I have come to conclude that many of my surprises are due to them being gullible victims of yet evolving social format. Many new feeds from ‘Trending videos’, ‘Trending news, etc appearing in my page confirms my view. Messages are provocative and one may innocently or accidentally click on these… and that must be it.

I wish feeds not forced on users but left to their choice. But that is not the case as of now. Feeds are thrust on gullible. If you are one such victim, and if you would like to block such videos, articles and news, all you need to do is to modify your Privacy Settings as mentioned here ….

June 13, 2012 Posted by | Uncategorized | Leave a comment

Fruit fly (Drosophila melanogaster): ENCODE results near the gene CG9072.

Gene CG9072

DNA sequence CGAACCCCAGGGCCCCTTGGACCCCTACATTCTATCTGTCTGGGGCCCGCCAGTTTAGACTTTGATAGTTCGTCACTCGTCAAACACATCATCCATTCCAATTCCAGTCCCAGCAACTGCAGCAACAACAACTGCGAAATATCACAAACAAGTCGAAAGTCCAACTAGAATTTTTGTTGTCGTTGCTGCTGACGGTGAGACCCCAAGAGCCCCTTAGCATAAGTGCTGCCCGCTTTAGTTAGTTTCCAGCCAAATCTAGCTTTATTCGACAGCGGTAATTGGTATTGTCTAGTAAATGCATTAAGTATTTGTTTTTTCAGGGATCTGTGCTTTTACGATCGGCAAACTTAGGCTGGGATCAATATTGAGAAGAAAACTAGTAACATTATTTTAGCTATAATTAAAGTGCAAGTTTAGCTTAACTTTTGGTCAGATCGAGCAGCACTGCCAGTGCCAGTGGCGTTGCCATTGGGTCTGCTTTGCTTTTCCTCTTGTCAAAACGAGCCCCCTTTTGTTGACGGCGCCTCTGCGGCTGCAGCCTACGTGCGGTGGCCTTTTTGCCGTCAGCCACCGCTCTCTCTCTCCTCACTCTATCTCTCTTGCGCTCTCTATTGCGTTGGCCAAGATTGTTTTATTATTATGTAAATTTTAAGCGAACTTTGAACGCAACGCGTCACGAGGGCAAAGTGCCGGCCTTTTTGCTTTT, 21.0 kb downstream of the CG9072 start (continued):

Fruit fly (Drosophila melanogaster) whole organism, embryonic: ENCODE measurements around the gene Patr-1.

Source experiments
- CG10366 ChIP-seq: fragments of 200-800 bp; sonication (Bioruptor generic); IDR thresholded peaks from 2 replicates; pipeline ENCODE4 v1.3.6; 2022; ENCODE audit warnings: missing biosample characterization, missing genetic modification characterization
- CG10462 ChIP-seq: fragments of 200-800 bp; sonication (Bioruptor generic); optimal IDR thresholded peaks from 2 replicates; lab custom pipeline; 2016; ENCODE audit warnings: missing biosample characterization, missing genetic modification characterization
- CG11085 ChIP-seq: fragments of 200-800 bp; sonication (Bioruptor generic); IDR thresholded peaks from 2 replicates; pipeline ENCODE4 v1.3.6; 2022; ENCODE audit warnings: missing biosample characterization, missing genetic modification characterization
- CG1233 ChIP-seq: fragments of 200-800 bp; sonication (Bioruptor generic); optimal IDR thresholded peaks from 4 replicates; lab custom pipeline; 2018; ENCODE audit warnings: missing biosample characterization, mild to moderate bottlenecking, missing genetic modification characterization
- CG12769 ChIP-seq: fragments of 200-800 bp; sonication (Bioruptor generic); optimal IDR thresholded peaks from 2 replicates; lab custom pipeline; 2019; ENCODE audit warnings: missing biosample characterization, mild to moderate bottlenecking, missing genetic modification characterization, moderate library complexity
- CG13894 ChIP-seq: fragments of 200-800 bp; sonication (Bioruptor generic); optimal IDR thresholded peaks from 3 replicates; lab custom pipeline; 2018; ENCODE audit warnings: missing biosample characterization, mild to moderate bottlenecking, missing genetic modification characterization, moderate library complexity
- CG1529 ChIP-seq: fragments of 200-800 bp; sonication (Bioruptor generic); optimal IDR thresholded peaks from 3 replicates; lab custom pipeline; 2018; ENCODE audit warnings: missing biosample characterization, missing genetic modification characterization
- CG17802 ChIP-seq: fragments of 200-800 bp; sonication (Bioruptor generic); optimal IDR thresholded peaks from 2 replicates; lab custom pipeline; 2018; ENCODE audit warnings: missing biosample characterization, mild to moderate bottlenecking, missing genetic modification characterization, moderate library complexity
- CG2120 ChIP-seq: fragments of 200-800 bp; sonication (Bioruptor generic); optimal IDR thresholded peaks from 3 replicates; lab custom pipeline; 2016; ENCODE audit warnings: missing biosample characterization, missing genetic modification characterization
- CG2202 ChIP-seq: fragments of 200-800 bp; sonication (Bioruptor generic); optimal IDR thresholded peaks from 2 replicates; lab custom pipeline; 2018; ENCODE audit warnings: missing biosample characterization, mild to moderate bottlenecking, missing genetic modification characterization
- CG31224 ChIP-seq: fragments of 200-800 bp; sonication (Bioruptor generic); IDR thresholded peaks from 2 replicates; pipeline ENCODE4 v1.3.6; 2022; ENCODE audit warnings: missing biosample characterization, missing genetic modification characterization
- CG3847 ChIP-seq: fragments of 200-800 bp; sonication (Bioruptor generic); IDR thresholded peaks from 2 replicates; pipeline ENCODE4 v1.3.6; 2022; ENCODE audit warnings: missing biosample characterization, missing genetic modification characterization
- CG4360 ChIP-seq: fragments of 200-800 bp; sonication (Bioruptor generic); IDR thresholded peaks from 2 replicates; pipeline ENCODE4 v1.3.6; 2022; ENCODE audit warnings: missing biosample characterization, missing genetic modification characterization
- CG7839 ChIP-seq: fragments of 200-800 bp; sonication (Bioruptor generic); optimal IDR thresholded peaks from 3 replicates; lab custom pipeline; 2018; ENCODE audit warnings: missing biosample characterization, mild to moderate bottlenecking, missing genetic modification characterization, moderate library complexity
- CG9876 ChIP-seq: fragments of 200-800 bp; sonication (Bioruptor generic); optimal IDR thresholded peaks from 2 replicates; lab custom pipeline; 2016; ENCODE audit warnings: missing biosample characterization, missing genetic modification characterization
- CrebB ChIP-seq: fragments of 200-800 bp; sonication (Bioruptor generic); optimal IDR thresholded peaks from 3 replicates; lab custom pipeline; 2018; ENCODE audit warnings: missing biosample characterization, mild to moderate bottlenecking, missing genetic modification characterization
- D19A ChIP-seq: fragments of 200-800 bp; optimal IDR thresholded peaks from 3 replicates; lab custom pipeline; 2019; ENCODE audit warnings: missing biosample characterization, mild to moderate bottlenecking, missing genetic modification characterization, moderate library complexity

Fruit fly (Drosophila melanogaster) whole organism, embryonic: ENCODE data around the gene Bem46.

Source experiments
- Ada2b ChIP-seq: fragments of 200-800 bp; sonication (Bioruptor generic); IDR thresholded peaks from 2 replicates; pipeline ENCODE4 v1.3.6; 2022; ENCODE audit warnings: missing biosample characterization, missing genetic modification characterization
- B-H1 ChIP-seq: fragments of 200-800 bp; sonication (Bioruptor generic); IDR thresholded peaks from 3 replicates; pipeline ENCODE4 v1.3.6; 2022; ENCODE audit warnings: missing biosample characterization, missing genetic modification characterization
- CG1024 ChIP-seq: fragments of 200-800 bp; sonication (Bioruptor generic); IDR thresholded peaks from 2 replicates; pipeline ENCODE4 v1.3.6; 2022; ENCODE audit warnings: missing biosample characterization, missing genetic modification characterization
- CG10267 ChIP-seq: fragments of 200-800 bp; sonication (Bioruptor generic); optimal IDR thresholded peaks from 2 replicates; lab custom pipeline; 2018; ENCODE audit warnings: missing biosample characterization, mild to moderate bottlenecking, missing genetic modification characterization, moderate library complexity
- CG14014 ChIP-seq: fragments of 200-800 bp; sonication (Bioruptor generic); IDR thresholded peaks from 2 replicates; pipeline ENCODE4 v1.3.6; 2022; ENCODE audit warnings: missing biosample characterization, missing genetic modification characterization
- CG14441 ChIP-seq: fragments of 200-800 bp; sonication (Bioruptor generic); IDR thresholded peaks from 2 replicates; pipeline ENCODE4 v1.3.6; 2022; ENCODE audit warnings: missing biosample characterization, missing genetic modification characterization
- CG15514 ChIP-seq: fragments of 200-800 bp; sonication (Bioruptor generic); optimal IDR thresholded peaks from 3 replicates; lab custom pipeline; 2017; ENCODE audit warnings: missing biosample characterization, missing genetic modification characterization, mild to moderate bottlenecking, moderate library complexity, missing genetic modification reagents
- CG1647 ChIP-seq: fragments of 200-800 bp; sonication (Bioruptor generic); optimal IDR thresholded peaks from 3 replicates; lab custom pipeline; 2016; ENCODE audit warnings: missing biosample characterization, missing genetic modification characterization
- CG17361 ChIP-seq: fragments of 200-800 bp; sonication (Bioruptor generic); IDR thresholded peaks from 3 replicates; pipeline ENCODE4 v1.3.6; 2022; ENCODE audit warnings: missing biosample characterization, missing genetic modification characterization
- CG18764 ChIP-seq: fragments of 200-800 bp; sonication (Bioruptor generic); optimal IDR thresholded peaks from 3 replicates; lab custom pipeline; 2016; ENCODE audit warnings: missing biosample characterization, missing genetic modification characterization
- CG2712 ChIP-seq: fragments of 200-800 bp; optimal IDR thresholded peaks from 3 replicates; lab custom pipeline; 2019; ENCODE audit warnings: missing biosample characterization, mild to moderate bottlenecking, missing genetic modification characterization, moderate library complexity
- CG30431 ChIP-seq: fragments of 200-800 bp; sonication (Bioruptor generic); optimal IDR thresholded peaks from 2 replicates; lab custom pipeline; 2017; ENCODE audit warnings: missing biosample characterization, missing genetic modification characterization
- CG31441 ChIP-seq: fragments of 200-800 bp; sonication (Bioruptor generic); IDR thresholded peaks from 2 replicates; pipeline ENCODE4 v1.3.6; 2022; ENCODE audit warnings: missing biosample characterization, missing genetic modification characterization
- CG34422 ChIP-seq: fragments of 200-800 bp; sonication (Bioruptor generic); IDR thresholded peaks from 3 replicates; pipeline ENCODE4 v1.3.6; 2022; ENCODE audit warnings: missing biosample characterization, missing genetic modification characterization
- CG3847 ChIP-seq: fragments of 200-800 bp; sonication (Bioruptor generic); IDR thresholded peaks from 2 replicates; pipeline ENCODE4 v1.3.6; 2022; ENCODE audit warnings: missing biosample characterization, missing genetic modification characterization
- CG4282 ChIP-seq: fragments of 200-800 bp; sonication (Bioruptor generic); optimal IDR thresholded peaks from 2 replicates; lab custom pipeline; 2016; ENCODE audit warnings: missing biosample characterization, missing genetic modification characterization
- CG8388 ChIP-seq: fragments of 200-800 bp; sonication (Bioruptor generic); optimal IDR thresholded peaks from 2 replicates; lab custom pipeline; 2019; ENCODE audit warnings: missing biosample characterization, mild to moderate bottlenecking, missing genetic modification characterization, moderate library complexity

A great lecture on software testing by James Bach

June 6, 2012 Posted by | Uncategorized | Leave a comment

Making of a professional software developer!

I came across an interesting lecture on professional software development by Robert Martin, a promotion part of video lecture series on clean code. I would recommend every software developer, and aspiring ones, to listen to. I believe that you will find this as quite thought provoking, and inspiring, just as his many other lectures are.  You would find it gently nudging you out of comfort zone into challenges of evolving into a true professional

Head count of manpower involved in software development has multiplied manifold from the time I started my career in software development more than two and a half decades back. Technology involved has changed, and software development environment has changed as well. World of software, and its role in the world, too has changed quite a lot since then…. and, as software reached out to every walk of life,   complexity and expectations too has increased manifold.